Gradually, my writing moved beyond all music, all the time. There is a heart of darkness in Ibiza’s club world; the shadows got long. It was time to look at things differently. This piece was written for Tiny Buddha. You can read the full article here.
“Sometimes the past should be abandoned, yes. Life is a journey and you can’t carry everything with you. Only the usable baggage.” ~Ha Jin
You’ve probably heard of the fear of missing out but what about the fear of letting go?
My father was volatile and mentally unstable. Criticism was his preferred method of communication. As a child and teenager, I learned to keep my thoughts and feelings locked away and became an expert at deflecting personal questions.
Without realizing it, I carried this habit into adulthood, avoiding any talk about my feelings or turning them into a joke. When a friend finally called me on it, the shock of self-recognition quickly turned to resistance. This is who I am, I thought. Why should I change?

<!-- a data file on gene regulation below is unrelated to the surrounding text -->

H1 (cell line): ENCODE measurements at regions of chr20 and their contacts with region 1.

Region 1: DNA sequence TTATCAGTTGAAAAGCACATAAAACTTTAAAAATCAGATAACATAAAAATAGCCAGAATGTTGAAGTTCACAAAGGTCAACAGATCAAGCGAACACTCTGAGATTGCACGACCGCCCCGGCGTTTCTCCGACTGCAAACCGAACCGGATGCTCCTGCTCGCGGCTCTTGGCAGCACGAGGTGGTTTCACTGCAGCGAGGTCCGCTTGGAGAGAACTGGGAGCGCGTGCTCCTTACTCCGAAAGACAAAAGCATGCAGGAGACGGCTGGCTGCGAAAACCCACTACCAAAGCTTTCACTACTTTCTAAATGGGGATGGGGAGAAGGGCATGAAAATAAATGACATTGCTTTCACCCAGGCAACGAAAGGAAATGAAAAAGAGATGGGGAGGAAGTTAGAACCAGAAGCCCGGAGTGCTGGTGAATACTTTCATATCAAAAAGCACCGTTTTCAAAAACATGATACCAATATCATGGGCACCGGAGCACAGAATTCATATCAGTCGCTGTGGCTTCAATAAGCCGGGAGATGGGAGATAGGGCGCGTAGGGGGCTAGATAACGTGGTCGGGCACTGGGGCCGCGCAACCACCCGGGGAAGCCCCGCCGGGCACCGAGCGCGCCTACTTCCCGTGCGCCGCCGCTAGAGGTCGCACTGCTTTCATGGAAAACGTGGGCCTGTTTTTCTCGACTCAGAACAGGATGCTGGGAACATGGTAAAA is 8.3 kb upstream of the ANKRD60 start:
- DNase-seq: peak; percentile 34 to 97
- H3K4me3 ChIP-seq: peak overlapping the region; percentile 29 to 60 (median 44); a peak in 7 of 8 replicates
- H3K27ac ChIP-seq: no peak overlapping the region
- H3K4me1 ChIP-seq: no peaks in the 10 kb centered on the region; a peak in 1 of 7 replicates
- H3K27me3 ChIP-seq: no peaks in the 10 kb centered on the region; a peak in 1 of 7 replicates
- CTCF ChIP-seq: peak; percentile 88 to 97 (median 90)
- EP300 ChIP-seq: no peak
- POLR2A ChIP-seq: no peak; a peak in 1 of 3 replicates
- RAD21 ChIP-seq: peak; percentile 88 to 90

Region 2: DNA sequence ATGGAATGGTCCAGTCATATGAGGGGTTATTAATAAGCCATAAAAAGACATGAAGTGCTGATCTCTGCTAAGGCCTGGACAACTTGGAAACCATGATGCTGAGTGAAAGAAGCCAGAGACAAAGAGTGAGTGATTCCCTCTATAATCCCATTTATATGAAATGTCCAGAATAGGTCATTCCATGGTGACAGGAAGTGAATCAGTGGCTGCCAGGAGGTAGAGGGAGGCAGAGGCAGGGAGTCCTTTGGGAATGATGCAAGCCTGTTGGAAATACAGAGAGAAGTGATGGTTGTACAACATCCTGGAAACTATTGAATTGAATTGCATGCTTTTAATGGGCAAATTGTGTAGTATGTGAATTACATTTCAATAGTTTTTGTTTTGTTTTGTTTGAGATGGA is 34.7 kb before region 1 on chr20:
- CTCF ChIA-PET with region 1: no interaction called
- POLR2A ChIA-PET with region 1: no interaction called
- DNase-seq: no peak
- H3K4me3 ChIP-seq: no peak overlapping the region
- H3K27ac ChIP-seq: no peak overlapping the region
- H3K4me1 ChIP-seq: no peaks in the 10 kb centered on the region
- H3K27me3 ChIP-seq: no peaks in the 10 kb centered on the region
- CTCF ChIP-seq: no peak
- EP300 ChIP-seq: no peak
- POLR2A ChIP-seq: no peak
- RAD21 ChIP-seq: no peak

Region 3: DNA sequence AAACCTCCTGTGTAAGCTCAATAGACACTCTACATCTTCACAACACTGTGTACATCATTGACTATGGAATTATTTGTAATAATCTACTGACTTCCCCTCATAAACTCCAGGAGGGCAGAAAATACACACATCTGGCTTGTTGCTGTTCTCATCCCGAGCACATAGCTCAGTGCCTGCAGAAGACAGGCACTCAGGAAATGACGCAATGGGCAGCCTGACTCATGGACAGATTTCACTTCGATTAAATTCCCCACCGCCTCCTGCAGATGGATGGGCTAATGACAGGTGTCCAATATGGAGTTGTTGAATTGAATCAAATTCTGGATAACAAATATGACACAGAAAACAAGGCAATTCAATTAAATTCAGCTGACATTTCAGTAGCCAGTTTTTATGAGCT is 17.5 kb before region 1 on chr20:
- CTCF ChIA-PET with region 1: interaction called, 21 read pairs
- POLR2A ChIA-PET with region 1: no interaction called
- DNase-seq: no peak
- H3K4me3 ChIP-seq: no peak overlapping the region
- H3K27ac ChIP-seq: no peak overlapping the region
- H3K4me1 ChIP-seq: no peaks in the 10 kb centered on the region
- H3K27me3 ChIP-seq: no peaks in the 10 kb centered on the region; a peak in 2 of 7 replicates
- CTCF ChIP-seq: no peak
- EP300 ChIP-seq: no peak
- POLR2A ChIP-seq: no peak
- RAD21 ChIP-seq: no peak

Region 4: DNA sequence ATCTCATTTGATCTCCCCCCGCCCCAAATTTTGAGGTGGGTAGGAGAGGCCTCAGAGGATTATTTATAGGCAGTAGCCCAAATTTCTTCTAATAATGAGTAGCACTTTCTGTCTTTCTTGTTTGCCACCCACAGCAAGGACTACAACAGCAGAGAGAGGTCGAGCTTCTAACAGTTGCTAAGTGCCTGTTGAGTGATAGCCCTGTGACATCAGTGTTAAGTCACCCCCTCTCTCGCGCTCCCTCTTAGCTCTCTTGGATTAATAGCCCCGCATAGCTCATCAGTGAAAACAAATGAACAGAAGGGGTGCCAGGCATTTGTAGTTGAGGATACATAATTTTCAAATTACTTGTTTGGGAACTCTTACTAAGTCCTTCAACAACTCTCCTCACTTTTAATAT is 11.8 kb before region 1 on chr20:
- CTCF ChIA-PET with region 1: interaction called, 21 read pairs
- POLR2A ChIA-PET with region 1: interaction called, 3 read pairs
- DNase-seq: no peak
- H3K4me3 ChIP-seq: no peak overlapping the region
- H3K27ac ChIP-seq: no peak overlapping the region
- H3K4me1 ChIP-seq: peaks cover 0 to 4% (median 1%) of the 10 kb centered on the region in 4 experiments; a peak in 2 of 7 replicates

I plodded on, working as hard as ever to keep my fortress intact. It wasn’t making me happy yet I wasn’t ready to change.
As I struggled with my desire to cling to hurtful memories and self-defeating behaviors, it dawned on me that I was afraid to let go because defensiveness was part of my identity.
The problem wasn’t that I had baggage—everyone has baggage—but that it had come to define me. I didn’t know who I would be without it. At that point it hit me: I had to dig deep, discover the person I wanted to be, and then act on it.
After I identified that I was holding on to the past because it seemed too important to jettison, I discovered that letting go is harder than it sounds. Relaxing a long-held belief isn’t a one-day, one-week, or even a one-year process. However, it is possible.